When the null results of Nee et al. are rigorously compared with existing empirical data, it becomes obvious that the null fails to predict important biological properties of life history invariants and thus fails to describe type B invariance as well. First, the intercept from a regression on their null predicts a life history ratio, given by the distribution mean, that is independent of taxa. Therefore, Nee et al. cannot account for the observation that different clades or taxa are described by different values of c, representing important evolutionary differences between taxonomic groups (Fig. 1) (2). Second, many observed distributions of life history invariants are unimodal with a constrained range and thus significantly differ from Nee et al.'s null model (Fig. 2). Third, their null model predicts R2 values that are in fact lower than those for real data (Fig. 2) (11, 12). Fourth, Nee et al.'s testing of the ratio of annual clutch size to annual mortality rate against their null is clearly incorrect. Instead of using their null to calculate an expected R2, they use Ricklefs' (13) empirical data to calculate the R2 of the data, which is a statistical fact unrelated to their null model. Nee et al. incorrectly cite this as evidence against life history invariants. Using a uniform random distribution, corresponding to Nee et al.'s null model, we find R2 = 0.44, much lower than that of Ricklefs' empirical data (R2 = 0.84) and thus, evidence against Nee et al.'s null.

Fig. 1.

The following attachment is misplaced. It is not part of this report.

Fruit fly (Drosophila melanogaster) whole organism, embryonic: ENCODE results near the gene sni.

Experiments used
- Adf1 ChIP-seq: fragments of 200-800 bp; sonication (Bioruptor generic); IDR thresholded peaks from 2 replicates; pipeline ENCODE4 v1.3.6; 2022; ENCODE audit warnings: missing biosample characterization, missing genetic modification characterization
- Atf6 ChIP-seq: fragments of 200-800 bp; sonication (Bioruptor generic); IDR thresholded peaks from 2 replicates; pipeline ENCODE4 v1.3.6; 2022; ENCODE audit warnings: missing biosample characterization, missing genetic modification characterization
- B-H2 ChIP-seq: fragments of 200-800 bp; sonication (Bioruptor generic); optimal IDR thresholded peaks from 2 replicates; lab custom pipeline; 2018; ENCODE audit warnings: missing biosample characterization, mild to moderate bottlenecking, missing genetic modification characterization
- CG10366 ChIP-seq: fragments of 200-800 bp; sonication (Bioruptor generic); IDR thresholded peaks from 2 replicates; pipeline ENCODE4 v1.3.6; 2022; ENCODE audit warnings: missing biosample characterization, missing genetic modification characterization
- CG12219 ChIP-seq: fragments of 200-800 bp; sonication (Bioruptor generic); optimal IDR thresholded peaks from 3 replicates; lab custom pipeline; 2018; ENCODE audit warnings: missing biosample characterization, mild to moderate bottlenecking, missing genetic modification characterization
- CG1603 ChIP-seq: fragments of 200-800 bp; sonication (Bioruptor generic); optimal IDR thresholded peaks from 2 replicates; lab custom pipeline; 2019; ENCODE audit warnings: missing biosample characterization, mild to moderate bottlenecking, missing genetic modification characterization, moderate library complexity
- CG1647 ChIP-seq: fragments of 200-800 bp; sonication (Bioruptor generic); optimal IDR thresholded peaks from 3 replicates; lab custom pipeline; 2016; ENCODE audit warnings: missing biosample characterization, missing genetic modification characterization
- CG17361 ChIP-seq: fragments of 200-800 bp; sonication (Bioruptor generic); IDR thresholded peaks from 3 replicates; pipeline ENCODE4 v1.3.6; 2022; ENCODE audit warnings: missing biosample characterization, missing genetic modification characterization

Plot of age at sexual maturity versus average adult life span for several taxa (13). The slope is the value of the life history ratio, and in all cases except the reptiles, the values differ significantly from those predicted by Nee et al.'s null (P < 0.01 in all cases; based on 10,000 draws of a mean value from the appropriate sample size).

Fig. 2.

Plots of observed data (in this case weaning mass/adult mass) and of Nee et al.'s null model based on the observed adult mass distribution. The observed data exhibit both types of invariants. Both real [77 values for mammals (13)] and simulated values of w/m are invariant with respect to size (P > 0.1; lines are means), demonstrating that Nee et al.'s null assumes type A invariance. In addition to showing no trend with mass, histograms of invariants frequently differ significantly from Nee et al.'s uniform random distribution. For example, the distribution of w/m has a clear mode, contrary to the predictions of Nee et al.'s model (K-S test for deviation from uniform: P < 10–3). Evidence for this type of deviation is present in the literature in the form of plots of the distributions of invariants and linear plots of the relevant variables (2). In addition, their null predicts R2 values that, while high, are often significantly lower than those for real data (for this example, P < 10–5; based on 100,000 randomizations combining the observed adult mass distribution with 77 draws from a uniform distribution).

Further, contrary to claims by Nee et al. and others that life history theory implies that invariants show no variation, Charnov [e.g., pp. 5 and 15 of (2)] clearly states that a distribution is expected for any life history invariant. Indeed, life history theory endeavors to understand how natural selection sets both the central tendency and the distribution of these ratios (2, 7, 11). Finally, Nee et al.'s null model can only produce slopes near 1 and, thus, contrary to concerns raised by de Jong and others (4, 5), cannot explain the ubiquitous quarter-power slopes observed in allometry or, by extension, the life history invariants formed from them (1, 2, 7).

Life history invariants are governed by nonrandom processes and form the cornerstone of a general framework that mechanistically links variation in organismal form, function, ecology, and evolution across differing environments [e.g., (1, 2, 8)]. For more than 40 years, fishery science has used them with great success [e.g., (14)]. Life history invariants are certainly not illusions.